Air de Cour

Michael Bane

in Music

ISBN: 9780199757824
Published online January 2017 | | DOI:
Air de Cour

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  • Applied Music
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The air de cour (courtly song) is a genre of secular vocal music produced in France during the late 16th and first half of the 17th century. The term first appeared in a collection of twenty-two solo vocal pieces with lute accompaniment published in Paris in 1571 by Adrian Le Roy. Le Roy stated that the origins of the new genre lay in the courtly appropriation of a popular vocal form, the vaudeville, and contrasted its lightness and simplicity with the “arduous” chansons of Orlande de Lassus. These and subsequent airs de cour are marked by brief, usually bipartite forms, limited vocal ranges, homophonic textures, strophic texts, syllabic text settings, and the elevated, serious tone of poetry. Unlike Le Roy’s airs, however, most 16th-century examples are for four or five voices without lute accompaniment. Some also exhibit rhythmic features suggestive of musique mesurée à l’antique. The genre peaked in both production and popularity during the reign of Louis XIII (1610–1643). Many of the era’s preeminent composers contributed to the genre, including Pierre Guédron, Antoine Boësset, and Étienne Moulinié. Airs de cour of the 17th century appeared in three forms, all published by the Ballard firm: four- or five-voice polyphony; arrangements of polyphonic airs de cour for solo voice with lute or guitar accompaniment (the most popular form); and solo voice without accompaniment of any kind. The poetic texts of airs de cour are usually anonymous, and they most often treat themes of love with a limited and precious vocabulary then current among courtly circles. A number of 17th-century editors also produced sacred parodies of popular airs de cour. Amateur musicians were the primary audience of airs de cour, but professional singers performed them as well, often with improvised ornaments and diminutions. Around mid-century the air de cour began to lose ground to new vocal genres in France, in particular the air sérieux, which featured more regular meters and basso continuo accompaniment intended for theorbo or harpsichord. Despite its disappearance from French music publishing, the reserved melodies, conservative harmony, and poetic language forged in the air de cour continued to undergird French vocal music throughout the 17th century and into the 18th. This bibliography limits itself to the air de cour proper, excluding both the air sérieux and the minor vocal genres (such as the chanson à boire, chanson à danser, and récit de ballet) contemporaneous with the air de cour.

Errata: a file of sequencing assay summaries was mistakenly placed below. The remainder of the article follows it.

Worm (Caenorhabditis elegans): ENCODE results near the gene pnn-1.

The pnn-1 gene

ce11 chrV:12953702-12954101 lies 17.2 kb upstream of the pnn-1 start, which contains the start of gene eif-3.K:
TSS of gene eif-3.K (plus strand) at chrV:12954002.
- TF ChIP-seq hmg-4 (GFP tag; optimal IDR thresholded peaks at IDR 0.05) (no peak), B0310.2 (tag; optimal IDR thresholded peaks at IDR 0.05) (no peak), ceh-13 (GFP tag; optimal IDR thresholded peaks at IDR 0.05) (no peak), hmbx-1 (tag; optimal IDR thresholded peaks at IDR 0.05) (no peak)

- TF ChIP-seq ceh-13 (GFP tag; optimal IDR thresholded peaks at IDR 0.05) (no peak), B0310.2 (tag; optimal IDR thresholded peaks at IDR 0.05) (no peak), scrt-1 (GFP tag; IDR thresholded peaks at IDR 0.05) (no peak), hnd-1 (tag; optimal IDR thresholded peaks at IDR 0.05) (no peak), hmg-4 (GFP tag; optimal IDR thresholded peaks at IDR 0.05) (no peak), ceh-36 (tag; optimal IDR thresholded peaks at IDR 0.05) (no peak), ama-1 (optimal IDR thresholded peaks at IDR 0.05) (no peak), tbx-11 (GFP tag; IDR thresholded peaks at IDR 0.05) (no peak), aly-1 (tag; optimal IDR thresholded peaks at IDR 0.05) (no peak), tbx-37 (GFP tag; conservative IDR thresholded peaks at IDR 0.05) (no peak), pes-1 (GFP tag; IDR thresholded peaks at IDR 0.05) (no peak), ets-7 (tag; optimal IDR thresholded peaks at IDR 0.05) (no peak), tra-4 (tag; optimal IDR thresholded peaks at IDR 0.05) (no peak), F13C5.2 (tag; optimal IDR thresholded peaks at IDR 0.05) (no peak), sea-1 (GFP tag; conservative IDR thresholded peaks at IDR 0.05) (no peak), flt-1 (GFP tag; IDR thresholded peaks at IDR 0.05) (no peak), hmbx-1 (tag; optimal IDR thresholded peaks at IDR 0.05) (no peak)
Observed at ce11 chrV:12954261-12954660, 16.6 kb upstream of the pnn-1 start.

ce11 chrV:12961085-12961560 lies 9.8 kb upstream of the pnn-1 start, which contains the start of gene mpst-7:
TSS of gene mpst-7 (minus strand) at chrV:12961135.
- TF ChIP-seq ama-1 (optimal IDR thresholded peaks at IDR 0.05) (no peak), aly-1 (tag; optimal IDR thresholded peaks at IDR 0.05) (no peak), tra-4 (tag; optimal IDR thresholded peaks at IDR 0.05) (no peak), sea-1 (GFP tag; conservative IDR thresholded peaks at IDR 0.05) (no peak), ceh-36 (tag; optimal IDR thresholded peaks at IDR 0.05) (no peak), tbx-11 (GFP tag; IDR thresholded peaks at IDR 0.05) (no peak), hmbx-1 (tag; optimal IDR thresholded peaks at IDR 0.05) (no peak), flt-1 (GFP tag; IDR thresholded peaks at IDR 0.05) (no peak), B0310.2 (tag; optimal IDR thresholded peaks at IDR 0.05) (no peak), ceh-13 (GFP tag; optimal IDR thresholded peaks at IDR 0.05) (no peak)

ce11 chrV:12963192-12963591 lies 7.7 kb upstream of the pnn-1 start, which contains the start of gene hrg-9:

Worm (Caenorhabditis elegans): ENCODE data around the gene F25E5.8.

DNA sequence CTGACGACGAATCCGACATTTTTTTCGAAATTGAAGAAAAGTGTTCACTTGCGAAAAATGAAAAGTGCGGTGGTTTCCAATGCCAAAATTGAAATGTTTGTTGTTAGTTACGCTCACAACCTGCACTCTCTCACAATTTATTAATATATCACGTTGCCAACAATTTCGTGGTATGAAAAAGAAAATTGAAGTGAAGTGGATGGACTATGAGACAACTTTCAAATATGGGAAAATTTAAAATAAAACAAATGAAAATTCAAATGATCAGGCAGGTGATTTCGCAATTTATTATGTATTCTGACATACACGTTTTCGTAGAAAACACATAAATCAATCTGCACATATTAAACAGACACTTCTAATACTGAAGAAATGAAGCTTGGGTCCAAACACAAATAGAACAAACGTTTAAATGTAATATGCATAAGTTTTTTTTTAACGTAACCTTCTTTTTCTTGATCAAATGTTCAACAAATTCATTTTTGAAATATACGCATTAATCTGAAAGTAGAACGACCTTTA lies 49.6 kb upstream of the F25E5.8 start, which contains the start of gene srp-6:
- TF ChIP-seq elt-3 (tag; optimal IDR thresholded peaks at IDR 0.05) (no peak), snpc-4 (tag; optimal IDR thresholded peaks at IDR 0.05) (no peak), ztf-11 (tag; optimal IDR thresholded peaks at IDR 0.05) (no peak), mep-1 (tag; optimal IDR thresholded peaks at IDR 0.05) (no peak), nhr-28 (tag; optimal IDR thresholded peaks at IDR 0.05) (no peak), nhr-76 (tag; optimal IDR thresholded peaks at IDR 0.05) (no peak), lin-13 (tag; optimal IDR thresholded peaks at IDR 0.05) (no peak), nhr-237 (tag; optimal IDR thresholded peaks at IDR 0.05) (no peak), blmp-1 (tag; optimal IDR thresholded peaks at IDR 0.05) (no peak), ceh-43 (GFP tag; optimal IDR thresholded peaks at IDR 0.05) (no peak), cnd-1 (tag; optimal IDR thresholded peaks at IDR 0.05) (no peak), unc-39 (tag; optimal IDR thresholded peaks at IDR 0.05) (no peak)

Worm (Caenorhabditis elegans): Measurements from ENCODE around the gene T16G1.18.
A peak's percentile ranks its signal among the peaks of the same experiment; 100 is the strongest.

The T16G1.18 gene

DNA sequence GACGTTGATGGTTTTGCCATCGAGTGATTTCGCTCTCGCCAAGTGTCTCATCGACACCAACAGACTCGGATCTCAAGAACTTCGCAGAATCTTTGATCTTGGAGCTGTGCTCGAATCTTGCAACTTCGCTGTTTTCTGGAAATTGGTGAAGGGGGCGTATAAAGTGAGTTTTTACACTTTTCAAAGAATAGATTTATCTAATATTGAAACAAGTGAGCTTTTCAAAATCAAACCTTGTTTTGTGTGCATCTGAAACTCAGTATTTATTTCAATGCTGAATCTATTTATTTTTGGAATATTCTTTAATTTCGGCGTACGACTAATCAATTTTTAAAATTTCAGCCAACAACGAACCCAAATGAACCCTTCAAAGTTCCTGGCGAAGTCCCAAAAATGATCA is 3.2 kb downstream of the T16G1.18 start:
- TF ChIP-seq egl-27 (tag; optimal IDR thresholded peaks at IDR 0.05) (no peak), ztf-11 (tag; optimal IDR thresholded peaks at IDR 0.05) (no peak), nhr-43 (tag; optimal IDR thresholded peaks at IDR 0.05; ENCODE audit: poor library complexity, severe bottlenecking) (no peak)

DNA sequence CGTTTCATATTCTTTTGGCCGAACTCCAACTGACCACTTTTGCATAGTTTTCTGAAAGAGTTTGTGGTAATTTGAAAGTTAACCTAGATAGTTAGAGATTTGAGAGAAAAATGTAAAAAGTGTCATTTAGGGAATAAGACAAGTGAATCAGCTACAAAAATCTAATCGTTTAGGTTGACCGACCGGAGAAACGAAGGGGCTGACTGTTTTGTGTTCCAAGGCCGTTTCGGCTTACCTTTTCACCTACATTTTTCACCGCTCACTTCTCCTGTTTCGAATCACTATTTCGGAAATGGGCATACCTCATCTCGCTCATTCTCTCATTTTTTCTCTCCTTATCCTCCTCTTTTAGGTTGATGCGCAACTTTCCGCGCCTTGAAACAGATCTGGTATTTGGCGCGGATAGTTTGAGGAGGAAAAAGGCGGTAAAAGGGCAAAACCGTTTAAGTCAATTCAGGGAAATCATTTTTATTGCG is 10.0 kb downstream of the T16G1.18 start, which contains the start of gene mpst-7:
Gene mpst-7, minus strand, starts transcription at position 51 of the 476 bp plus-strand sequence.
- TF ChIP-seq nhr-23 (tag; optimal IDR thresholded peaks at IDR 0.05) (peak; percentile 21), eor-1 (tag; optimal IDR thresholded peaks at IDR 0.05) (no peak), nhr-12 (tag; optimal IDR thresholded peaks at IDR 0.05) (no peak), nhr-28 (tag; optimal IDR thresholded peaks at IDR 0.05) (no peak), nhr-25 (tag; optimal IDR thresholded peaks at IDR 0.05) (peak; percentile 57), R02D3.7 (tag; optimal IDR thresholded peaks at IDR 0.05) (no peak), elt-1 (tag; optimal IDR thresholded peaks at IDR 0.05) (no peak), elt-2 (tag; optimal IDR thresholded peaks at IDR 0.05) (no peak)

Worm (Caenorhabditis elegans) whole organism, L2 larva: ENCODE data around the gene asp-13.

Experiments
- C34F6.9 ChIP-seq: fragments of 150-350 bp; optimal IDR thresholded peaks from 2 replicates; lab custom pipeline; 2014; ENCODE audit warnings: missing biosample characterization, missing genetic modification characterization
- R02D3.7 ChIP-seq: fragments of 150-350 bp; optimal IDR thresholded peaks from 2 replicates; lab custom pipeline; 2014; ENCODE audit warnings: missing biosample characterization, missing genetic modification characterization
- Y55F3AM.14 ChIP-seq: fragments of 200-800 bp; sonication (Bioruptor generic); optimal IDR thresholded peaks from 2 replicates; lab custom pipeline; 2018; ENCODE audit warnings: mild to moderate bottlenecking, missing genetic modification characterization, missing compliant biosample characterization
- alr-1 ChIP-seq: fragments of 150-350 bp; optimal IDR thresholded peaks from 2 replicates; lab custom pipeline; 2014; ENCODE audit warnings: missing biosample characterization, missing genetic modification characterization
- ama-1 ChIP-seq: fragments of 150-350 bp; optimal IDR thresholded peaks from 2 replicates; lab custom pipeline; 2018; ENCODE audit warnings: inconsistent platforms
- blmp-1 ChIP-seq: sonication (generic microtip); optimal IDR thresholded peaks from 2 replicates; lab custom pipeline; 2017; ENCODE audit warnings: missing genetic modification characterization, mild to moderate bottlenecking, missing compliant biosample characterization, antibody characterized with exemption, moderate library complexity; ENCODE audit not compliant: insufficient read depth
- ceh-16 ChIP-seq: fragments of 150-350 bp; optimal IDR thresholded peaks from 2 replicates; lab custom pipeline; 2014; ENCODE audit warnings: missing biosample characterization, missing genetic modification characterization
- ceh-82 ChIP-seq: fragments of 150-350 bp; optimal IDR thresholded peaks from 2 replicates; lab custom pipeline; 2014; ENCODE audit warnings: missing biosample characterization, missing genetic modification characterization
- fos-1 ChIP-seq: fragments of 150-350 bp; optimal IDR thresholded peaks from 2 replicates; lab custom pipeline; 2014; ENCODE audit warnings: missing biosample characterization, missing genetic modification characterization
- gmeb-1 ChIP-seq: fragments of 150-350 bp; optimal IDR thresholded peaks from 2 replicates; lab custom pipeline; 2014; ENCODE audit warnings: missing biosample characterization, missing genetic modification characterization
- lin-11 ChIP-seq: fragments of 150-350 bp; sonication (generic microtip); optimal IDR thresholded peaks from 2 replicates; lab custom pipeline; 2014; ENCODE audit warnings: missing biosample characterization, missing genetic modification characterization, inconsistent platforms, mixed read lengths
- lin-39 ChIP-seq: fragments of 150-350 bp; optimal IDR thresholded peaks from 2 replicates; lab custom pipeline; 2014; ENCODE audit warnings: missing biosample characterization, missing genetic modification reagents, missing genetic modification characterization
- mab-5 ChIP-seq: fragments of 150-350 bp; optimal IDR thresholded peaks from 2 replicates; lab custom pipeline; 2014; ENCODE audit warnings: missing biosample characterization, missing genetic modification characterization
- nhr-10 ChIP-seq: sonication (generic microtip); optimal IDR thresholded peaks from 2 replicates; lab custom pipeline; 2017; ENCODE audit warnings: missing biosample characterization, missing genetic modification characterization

Article.  8554 words. 

Subjects: Music ; Applied Music ; Ethnomusicology ; Music Theory and Analysis ; Musicology and Music History ; Music Education and Pedagogy

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